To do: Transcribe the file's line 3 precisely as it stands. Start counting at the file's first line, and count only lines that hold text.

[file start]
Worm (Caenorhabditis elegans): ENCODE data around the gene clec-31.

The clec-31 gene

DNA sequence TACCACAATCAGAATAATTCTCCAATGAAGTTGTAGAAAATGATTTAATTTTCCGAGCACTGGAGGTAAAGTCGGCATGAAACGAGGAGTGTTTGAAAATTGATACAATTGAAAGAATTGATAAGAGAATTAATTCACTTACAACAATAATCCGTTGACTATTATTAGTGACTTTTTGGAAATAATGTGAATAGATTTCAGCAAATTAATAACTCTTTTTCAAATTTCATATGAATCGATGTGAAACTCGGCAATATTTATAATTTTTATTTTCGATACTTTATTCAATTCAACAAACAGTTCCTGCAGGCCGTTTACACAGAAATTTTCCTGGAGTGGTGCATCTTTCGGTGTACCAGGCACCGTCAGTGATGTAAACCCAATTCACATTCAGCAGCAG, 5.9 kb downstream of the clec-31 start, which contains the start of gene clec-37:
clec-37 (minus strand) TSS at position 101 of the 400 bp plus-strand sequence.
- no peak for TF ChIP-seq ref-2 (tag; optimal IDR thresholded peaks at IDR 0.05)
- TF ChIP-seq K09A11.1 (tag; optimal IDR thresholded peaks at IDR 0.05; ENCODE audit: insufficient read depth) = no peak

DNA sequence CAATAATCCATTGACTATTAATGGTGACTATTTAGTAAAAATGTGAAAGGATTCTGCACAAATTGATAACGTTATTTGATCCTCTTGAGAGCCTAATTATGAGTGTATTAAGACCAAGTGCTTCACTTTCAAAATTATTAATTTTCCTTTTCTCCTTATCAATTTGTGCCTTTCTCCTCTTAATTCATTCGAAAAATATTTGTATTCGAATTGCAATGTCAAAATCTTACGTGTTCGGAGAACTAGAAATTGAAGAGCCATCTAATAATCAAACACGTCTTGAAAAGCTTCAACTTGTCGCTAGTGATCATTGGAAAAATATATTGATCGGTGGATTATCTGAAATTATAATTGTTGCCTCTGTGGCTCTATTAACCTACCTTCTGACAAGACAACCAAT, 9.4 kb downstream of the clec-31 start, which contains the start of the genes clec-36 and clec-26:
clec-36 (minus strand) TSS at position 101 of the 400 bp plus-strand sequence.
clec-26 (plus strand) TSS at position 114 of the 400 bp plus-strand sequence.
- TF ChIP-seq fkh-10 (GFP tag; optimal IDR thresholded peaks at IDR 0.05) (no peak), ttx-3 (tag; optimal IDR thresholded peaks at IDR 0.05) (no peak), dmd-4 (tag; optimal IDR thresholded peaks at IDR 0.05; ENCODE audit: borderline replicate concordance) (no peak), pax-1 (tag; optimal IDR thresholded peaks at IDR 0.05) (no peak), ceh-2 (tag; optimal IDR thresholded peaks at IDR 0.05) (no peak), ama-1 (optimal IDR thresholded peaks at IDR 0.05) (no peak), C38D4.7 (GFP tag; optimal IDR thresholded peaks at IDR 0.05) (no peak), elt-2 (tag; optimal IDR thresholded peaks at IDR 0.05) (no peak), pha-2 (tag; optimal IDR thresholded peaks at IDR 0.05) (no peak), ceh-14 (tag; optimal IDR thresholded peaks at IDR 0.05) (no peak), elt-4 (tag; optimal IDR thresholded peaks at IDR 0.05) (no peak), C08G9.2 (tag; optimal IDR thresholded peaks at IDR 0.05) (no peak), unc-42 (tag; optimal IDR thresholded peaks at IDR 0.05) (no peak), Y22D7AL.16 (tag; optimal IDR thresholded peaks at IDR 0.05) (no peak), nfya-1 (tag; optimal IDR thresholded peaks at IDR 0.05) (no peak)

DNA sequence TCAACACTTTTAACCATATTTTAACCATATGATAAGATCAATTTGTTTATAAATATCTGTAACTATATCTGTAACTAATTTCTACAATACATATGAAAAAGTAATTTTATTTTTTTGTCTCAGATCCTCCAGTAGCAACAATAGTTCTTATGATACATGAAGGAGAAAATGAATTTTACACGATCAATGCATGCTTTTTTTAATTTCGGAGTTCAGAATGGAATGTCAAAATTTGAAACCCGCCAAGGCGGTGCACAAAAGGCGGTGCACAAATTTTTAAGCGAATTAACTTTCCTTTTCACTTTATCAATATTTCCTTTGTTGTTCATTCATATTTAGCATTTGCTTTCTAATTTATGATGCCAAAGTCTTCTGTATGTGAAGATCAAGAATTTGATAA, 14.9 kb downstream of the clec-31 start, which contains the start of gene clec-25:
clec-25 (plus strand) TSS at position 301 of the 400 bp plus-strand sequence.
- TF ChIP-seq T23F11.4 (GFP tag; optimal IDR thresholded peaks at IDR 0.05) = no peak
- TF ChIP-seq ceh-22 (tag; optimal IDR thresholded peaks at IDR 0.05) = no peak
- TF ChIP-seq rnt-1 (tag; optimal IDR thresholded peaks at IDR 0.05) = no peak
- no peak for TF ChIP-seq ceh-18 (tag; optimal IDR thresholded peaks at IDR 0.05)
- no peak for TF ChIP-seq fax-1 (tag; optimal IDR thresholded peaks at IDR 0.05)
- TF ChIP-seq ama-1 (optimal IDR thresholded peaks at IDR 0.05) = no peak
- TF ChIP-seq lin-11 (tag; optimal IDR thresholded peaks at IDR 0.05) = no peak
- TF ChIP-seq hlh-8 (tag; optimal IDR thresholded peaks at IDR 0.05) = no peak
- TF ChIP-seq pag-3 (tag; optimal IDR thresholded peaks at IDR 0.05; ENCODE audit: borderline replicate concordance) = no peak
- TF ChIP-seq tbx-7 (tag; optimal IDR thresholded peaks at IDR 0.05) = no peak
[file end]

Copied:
DNA sequence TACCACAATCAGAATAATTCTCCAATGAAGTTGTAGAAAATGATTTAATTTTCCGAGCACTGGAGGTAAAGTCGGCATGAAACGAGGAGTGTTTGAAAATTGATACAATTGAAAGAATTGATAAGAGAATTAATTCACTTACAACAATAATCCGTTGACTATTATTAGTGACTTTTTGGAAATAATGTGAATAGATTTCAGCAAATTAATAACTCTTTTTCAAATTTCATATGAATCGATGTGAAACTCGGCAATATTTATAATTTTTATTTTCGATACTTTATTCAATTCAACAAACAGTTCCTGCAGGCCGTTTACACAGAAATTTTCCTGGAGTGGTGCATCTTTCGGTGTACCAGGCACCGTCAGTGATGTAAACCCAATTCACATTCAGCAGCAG, 5.9 kb downstream of the clec-31 start, which contains the start of gene clec-37: